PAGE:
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US Dollar steadies at lower levels as EUR and GBP slip from recent highs

By Nick Parsons

On Friday, the USD broke below last year’s September 7th low of 91.00; taking the index down to its lowest level in more than 3 years at 90.50. Having opened in London around 90.45, the Dollar’s index yesterday tumbled to 89.98; the lowest since December 19th 2014. Overnight it has steadied a little and is clinging to an index level of 90 as the EUR and GBP ease back somewhat after their sharp rallies since last Thursday.

Later this week we’ll see manufacturing and industrial production data on Wednesday, and a number of regional reports such as the Empire State survey today and the Philly Fed survey on Thursday. Sandwiched between these is the latest Federal Reserve Beige Book on Wednesday afternoon New York time. For sure, there was nothing in last week’s numbers – core CPI greater than expected and a stronger than consensus retail sales report – that would have knocked the Fed off its tightening bias or suggested that growth expectations needed to be revised lower. The market-derived probability for a 25bp hike at the March FOMC meeting has gone up from 67% a week ago to 73% now and there’s a tiny chance (2%) of a surprise hike at the January 31st meeting.

Cash equity markets were closed yesterday for the Martin Luther King holiday but futures on the S+P 500 index rose around 7 points whilst DJIA futures advanced 150 points or 0.6%. On January 4th, the Dow Jones Industrial Average jumped past 25,000 for the first time ever and by the close of business that day it had made the fastest run ever to a fresh 1000-point milestone. The jump from 24,000 to 25,000 took 23 trading days. The move in the futures market to 26,070 has taken 8 days. We wonder how many baseball caps the often-pictured veteran stock trader has had sewn!

The US Dollar index opens in North America this Wednesday morning at 90.30.

 

 

Having gone from being the strongest currency in the first week of the New Year 2018 to the weakest in the second week, the Canadian Dollar has been very steady over the first few sessions of this third week. Indeed, for the last 24 hours USD/CAD has traded sideways in a 40 pip range from just 1.2407 to 1.2547.

In a Reuters poll on Monday, just eight of 31 analysts surveyed said they expect the BoC to hold rates steady on Wednesday as it waits for inflation to pick up and to see how the next round of NAFTA negotiations later this month proceed. The median forecast in the Reuters poll is for one rate increase apiece in the third and fourth quarters, bringing the benchmark to 1.75 percent by the end of 2018. Analysts predict another hike in the first quarter of 2019. Economic growth is expected to average 2.2 percent this year, slightly higher than the 2.1 percent forecast in the previous poll in October. Expectations for 2019 were unchanged at 1.8 percent.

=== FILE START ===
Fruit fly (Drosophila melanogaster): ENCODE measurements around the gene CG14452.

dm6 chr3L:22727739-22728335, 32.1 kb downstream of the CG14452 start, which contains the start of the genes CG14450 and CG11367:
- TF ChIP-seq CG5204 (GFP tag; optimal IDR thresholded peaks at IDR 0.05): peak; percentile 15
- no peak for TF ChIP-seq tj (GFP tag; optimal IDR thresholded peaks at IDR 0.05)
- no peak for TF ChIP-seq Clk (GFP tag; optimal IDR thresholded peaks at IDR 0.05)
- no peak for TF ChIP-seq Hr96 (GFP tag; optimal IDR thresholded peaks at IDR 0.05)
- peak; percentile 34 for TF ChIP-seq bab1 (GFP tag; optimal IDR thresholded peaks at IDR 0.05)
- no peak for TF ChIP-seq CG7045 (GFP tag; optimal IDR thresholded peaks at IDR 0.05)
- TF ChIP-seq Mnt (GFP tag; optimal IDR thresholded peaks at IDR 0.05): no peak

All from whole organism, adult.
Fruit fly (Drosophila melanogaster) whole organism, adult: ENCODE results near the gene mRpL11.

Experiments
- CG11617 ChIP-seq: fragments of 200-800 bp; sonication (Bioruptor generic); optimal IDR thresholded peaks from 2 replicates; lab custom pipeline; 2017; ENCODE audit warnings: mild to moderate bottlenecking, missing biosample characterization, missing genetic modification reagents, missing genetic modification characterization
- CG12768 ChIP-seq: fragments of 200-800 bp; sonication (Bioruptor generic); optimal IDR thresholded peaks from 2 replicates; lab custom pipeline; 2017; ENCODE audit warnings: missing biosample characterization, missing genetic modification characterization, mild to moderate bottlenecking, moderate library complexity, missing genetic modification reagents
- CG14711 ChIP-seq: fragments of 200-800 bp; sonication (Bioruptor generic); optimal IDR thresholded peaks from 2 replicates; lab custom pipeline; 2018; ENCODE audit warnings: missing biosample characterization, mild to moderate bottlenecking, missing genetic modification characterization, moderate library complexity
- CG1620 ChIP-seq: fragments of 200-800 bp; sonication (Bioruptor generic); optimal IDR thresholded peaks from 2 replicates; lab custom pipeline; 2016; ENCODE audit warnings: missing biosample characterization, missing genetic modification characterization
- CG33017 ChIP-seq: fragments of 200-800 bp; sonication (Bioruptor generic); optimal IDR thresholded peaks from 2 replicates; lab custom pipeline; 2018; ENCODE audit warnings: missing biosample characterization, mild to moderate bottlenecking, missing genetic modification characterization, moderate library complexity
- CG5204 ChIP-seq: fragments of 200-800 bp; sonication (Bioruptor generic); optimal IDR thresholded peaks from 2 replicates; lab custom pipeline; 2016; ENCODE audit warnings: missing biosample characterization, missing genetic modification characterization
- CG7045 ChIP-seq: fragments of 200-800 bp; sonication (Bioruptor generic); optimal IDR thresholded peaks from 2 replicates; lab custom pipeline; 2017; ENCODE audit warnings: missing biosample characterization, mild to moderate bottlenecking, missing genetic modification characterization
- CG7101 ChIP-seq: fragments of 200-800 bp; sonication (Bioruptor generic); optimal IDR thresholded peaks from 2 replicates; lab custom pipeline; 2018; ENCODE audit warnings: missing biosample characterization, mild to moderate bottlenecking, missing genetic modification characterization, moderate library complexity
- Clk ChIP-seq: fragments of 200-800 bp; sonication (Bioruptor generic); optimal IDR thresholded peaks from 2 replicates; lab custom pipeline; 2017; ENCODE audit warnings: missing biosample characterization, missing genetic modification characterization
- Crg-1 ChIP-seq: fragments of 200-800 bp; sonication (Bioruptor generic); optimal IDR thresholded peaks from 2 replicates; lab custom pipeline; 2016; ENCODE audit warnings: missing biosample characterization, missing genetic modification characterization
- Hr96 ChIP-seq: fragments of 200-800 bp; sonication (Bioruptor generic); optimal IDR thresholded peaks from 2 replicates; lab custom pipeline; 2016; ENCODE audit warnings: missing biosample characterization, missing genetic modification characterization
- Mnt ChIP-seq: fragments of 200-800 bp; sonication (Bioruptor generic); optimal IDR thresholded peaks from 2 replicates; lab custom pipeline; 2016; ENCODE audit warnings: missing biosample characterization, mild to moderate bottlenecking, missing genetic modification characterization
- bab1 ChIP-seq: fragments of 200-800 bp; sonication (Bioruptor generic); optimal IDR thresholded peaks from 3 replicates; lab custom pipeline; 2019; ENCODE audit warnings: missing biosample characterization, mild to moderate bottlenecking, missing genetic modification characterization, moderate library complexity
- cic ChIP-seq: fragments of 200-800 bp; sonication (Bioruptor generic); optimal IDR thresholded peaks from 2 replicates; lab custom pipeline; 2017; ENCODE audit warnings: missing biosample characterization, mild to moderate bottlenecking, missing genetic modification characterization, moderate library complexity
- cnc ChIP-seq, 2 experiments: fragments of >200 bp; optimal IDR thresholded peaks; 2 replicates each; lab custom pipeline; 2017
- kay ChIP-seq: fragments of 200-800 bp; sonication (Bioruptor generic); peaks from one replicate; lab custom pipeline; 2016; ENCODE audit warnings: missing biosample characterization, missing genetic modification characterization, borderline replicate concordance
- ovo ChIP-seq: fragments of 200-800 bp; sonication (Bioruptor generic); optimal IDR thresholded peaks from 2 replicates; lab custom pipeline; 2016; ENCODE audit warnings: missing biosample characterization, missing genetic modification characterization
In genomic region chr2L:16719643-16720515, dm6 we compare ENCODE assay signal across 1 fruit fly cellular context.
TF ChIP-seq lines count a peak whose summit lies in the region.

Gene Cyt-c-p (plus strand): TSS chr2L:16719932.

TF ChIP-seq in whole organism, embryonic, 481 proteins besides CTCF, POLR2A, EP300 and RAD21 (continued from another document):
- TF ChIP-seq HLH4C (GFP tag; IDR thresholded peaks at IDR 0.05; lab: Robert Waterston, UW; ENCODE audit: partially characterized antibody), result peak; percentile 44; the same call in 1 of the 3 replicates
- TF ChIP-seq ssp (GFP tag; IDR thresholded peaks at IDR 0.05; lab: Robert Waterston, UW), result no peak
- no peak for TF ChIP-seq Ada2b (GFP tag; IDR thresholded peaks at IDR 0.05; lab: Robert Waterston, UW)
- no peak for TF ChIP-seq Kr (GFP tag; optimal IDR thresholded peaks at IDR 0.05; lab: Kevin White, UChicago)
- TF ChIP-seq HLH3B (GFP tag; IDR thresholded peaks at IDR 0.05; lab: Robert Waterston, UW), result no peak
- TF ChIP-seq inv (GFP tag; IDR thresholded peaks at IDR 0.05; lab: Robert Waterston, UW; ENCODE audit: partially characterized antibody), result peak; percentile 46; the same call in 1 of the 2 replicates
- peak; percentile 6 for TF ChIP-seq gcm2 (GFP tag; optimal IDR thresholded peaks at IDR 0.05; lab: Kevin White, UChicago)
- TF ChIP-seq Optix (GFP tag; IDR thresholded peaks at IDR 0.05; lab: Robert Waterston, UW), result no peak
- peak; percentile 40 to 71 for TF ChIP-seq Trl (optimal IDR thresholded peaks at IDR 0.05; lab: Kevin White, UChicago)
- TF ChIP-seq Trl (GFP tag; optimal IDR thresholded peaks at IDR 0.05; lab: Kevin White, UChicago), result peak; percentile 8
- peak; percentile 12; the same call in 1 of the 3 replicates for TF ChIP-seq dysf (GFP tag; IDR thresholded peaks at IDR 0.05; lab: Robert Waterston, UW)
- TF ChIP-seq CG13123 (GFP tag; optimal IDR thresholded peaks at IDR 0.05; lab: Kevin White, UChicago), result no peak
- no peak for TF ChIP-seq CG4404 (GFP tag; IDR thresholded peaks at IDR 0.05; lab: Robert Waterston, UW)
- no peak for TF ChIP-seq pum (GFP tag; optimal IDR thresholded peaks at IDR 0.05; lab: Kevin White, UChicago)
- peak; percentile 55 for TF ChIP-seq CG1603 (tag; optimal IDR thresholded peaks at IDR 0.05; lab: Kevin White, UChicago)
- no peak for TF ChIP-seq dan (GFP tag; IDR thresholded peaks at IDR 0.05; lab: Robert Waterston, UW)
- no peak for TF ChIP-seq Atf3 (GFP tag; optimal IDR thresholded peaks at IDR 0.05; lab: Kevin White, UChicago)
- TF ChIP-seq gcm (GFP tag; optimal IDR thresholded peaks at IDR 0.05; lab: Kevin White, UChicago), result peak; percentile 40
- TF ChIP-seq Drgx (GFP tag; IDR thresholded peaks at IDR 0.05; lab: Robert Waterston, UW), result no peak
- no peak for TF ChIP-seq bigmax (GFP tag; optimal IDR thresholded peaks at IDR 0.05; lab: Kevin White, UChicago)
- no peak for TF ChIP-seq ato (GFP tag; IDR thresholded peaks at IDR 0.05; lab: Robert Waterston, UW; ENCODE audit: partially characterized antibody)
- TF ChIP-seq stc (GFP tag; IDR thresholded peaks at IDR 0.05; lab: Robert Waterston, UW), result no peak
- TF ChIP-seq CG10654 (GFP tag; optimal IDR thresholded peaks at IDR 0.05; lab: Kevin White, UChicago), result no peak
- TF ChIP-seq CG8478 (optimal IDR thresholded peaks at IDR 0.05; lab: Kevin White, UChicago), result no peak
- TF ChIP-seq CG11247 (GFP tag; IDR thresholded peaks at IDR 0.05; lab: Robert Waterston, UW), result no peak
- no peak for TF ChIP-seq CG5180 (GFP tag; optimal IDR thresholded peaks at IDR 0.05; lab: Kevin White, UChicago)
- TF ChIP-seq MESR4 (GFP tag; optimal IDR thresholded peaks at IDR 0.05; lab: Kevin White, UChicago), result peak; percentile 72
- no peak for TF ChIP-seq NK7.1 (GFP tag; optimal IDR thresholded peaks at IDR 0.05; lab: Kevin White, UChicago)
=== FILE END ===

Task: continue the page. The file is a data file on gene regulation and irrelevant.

Over the past 25 years, Canada’s main policy rate has been on average around 25bp higher than the US rate. At the moment it’s 0.375 percentage points below, so there could be some catching up to do. The Bank of Canada estimates its so-called neutral rate - which allows the economy to run neither too hot nor too cold - at about 3%. The Federal Reserve sees its neutral rate at 2.75%, according to the median estimate in their most recent projections in December.

As the long wait to Wednesday’s meeting continues, the Canadian Dollar opens in North America this morning at USD1.2435 and GBP/CAD1.7110.

 

 

This time last week, EUR was at a 2018 low of USD1.1918. It has subsequently been up to a high of 1.2285 yesterday and even after a half-cent pullback over the past 24 hours, it is still up more than 2 ½ cents from last Tuesday.

In an interview with the Börsen-Zeitung in Germany, ECB Governing Council member Ardo Hansson said that that many eurozone countries are badly prepared for interest rate hikes in the euro area. The head of the central bank of Estonia made it very clear that the European Central Bank (ECB) is in the process of normalizing its ultra-loose monetary policy and could not take account of individual countries. Hansson said the bond-buying program should be ended after September 2018 if there were no nasty surprises: "If growth and inflation are more or less in line with the projections, it would certainly be conceivable and appropriate to end the purchases after September. Why not?... The last step to zero is not a big deal anymore. You do not have to do a lot of fine-tuning. I think we can go to zero in one step without any problems.” As for the euro, the appreciation of the single currency “is not a threat to the inflation outlook up to now, and one shouldn’t overdramatize it.”

ECB Council Member and Bundesbank President Jens Weidmann is speaking along with his colleague Benoit Coeure at an IMF conference on Thursday and it will be interesting if they share the same hard-line stance as their Estonian colleague.

The EUR opens in North America this morning at USD1.2230 and EUR/CAD1.5210.

 

 

It’s quite unusual to begin a commentary on the GBP by noting that it is lower than last night’s closing levels. On Friday, the British Pound traded at USD1.35, 1.36 and 1.37. Yesterday it moved on to 1.38 around the middle of the European morning but after a quick half a cent pullback, then went on to a best level in New York around 1.3815. Overnight, with a somewhat steadier US Dollar, GBP/USD is around 50-60 pips lower at 1.3755.